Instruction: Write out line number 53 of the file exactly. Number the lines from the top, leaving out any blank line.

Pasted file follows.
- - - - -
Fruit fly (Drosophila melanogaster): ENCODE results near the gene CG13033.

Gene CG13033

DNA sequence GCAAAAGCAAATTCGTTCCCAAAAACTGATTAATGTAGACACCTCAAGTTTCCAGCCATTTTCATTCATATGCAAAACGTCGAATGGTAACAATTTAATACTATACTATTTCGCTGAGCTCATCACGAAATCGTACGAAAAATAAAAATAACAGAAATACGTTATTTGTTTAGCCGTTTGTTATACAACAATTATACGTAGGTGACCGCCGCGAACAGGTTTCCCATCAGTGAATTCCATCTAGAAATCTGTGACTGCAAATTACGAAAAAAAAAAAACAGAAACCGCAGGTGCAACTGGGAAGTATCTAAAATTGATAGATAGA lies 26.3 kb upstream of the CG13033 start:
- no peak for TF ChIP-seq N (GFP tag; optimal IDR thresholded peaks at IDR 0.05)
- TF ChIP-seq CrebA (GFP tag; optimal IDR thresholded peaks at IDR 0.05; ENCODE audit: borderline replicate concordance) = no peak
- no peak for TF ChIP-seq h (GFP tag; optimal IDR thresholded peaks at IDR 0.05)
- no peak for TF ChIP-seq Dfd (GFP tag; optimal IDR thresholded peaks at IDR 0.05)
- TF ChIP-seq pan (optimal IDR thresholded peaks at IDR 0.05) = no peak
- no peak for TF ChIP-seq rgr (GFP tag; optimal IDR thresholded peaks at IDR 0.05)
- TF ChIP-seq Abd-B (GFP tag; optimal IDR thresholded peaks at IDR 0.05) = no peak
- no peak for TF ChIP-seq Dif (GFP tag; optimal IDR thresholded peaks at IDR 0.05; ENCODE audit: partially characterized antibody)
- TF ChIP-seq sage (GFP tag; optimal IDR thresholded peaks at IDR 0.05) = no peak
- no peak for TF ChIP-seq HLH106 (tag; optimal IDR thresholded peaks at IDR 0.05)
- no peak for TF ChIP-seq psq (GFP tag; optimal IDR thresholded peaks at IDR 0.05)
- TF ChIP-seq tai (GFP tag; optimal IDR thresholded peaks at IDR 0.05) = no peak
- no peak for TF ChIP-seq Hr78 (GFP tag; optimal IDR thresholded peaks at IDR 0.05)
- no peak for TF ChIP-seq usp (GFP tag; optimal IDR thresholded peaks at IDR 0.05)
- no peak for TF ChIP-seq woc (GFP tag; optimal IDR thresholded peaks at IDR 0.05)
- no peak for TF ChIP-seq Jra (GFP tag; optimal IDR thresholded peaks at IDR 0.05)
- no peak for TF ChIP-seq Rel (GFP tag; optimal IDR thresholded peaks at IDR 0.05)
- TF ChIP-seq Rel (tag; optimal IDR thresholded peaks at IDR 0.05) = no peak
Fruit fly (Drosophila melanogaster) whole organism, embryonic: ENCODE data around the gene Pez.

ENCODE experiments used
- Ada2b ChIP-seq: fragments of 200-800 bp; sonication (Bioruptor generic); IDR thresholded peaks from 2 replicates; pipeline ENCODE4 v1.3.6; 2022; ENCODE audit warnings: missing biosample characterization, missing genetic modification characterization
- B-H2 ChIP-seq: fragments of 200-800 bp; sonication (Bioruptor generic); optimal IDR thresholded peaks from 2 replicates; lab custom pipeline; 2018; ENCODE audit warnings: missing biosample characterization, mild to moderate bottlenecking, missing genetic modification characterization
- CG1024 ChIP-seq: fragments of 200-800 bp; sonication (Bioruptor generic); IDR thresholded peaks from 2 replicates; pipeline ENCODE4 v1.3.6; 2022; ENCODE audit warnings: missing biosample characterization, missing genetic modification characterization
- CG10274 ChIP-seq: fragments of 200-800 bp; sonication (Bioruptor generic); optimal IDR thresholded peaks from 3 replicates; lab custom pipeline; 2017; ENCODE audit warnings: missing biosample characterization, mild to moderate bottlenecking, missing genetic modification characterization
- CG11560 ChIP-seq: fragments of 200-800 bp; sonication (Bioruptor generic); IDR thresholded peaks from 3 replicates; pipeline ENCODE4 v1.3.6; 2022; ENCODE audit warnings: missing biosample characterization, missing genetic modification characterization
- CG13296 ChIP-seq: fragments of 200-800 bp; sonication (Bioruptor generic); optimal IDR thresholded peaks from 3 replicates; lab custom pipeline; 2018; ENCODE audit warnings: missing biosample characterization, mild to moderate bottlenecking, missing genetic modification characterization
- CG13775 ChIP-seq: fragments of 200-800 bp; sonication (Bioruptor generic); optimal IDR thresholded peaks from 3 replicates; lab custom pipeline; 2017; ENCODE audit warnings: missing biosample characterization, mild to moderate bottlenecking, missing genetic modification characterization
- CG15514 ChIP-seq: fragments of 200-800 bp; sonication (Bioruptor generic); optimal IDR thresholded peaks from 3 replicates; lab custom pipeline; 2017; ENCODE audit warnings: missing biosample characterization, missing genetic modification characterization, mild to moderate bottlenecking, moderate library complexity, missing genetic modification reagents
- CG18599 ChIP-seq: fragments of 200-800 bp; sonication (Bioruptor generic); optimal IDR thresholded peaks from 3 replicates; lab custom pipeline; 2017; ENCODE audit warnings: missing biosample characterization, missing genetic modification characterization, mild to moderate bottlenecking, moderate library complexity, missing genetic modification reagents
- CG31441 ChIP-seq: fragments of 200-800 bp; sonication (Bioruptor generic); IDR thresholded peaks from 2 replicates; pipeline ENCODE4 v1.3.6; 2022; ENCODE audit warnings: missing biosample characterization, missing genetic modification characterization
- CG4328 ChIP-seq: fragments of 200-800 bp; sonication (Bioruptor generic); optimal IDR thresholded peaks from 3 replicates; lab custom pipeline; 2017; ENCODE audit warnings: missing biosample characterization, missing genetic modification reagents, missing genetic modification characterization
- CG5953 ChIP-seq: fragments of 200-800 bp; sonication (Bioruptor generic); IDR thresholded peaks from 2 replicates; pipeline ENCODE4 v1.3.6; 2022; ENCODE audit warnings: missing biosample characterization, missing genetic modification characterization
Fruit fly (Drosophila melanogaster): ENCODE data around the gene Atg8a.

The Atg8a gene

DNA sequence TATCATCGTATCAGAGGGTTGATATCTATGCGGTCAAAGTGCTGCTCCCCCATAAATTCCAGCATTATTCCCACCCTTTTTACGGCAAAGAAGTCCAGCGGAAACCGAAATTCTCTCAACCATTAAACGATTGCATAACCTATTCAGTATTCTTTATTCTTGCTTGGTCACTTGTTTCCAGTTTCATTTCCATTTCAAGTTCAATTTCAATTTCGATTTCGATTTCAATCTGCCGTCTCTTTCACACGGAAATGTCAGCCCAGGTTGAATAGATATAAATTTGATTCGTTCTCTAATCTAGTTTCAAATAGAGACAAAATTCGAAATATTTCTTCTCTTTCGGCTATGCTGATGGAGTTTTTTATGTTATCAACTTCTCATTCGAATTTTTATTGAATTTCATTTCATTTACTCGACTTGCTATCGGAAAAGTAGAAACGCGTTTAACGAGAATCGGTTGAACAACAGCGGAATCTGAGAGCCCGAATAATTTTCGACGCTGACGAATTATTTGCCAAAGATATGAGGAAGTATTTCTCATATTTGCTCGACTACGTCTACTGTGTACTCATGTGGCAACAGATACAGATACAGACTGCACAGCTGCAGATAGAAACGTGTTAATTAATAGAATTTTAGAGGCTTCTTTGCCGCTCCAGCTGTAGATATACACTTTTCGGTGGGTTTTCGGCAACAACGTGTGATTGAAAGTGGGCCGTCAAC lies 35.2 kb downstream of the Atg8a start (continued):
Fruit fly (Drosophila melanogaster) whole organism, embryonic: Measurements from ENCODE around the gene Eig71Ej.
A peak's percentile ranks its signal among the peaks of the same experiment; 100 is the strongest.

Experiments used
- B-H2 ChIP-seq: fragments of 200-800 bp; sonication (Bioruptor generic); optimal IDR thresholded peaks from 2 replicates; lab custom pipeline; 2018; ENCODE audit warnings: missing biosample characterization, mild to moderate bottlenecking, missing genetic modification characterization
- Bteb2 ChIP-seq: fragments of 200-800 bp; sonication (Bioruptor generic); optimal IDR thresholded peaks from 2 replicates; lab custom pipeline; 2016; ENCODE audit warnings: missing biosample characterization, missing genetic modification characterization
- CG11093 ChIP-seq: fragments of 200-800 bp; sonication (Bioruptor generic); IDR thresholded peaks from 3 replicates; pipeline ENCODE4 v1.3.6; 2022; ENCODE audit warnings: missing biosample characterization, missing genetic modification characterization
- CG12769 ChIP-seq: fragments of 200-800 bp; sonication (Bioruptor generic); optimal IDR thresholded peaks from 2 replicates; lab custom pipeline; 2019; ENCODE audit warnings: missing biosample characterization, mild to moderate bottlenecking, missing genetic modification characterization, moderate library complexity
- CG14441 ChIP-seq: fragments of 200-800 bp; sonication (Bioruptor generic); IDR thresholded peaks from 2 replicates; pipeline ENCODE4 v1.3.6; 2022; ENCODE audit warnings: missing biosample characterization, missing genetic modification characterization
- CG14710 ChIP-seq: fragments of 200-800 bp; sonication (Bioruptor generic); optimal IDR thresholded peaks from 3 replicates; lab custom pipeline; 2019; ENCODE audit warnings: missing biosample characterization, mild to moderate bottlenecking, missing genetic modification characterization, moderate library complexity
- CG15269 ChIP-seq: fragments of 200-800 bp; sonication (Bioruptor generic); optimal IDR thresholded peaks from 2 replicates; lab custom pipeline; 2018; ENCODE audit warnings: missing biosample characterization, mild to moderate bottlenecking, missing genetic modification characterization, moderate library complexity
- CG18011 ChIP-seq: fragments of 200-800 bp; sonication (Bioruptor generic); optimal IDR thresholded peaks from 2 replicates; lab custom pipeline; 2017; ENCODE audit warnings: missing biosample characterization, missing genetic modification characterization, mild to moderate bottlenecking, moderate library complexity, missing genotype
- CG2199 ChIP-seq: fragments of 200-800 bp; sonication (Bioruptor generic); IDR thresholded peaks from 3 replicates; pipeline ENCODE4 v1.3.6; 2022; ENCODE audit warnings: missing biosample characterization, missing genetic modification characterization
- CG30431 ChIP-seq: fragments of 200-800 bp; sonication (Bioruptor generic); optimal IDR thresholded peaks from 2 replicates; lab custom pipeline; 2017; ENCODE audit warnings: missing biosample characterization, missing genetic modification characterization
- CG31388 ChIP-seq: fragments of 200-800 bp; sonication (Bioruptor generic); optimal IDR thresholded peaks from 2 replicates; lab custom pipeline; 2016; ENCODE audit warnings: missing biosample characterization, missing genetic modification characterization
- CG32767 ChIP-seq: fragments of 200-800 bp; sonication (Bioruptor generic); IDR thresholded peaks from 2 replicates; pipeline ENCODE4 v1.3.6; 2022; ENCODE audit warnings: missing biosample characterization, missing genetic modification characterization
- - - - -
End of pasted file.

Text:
- CG32767 ChIP-seq: fragments of 200-800 bp; sonication (Bioruptor generic); IDR thresholded peaks from 2 replicates; pipeline ENCODE4 v1.3.6; 2022; ENCODE audit warnings: missing biosample characterization, missing genetic modification characterization